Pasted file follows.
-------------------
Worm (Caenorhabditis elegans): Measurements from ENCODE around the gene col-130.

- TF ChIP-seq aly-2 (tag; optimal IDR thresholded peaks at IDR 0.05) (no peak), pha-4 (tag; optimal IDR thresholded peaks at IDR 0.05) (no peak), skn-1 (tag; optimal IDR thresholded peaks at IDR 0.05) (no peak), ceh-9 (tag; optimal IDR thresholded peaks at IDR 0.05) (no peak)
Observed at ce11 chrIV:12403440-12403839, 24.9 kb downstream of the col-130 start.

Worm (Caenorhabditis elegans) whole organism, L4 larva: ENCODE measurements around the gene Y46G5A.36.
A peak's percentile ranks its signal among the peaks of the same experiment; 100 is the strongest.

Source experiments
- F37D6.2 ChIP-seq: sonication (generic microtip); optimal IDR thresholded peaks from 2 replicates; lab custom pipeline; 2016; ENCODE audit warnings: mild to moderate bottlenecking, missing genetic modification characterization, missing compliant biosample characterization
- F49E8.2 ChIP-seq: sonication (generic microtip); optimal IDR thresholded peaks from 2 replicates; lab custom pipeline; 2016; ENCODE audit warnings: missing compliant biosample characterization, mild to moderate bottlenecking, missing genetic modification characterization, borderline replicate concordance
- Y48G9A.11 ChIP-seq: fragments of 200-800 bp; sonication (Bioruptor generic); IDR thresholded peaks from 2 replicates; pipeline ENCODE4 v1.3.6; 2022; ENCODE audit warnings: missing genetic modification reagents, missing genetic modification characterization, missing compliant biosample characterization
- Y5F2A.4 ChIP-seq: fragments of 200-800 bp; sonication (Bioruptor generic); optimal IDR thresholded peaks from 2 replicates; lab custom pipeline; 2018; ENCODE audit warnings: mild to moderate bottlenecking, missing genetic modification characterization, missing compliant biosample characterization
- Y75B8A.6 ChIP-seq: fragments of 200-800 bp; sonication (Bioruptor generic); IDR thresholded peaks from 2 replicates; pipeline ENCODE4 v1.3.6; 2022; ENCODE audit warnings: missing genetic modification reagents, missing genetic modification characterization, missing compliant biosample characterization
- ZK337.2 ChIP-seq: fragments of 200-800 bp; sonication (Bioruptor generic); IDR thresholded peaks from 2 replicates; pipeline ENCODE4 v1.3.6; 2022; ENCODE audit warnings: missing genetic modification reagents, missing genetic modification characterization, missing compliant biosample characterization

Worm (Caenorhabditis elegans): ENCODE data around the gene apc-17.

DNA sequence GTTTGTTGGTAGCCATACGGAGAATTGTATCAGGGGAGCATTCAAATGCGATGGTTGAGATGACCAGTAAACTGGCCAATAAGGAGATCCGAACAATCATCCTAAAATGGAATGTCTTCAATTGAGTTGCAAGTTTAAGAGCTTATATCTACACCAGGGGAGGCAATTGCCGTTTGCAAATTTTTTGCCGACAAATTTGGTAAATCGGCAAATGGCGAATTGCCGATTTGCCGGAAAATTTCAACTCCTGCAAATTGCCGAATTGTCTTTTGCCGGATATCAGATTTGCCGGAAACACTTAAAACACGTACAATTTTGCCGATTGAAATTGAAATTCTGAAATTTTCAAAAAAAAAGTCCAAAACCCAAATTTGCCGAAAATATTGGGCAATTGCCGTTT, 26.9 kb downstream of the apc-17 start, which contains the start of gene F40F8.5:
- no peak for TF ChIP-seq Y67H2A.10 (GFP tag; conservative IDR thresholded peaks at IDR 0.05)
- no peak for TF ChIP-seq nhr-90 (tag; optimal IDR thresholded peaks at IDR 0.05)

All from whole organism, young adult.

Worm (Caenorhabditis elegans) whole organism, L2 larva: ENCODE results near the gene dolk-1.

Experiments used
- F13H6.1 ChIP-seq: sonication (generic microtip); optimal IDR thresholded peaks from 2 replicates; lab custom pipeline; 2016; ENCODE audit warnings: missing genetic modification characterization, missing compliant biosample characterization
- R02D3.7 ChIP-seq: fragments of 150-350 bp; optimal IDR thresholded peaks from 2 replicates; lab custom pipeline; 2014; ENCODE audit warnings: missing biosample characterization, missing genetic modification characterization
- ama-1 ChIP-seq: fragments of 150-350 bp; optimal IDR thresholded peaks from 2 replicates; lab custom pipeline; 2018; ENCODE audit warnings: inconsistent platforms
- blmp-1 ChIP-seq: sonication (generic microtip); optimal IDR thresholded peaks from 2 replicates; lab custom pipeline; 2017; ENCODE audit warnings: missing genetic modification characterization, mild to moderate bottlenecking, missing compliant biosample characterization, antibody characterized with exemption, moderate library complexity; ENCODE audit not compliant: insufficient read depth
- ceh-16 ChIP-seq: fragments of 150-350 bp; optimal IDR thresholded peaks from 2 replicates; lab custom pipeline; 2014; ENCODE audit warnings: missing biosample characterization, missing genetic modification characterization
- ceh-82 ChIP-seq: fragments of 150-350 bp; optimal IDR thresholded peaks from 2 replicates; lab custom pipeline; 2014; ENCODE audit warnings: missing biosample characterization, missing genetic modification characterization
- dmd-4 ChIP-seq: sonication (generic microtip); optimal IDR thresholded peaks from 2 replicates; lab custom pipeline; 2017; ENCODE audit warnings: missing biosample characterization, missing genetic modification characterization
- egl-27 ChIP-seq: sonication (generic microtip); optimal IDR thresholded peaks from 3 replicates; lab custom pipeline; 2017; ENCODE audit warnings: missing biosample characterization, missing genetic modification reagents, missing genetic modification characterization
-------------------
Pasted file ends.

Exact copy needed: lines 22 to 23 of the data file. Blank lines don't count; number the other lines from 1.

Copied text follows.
- ama-1 ChIP-seq: fragments of 150-350 bp; optimal IDR thresholded peaks from 2 replicates; lab custom pipeline; 2018; ENCODE audit warnings: inconsistent platforms
- blmp-1 ChIP-seq: sonication (generic microtip); optimal IDR thresholded peaks from 2 replicates; lab custom pipeline; 2017; ENCODE audit warnings: missing genetic modification characterization, mild to moderate bottlenecking, missing compliant biosample characterization, antibody characterized with exemption, moderate library complexity; ENCODE audit not compliant: insufficient read depth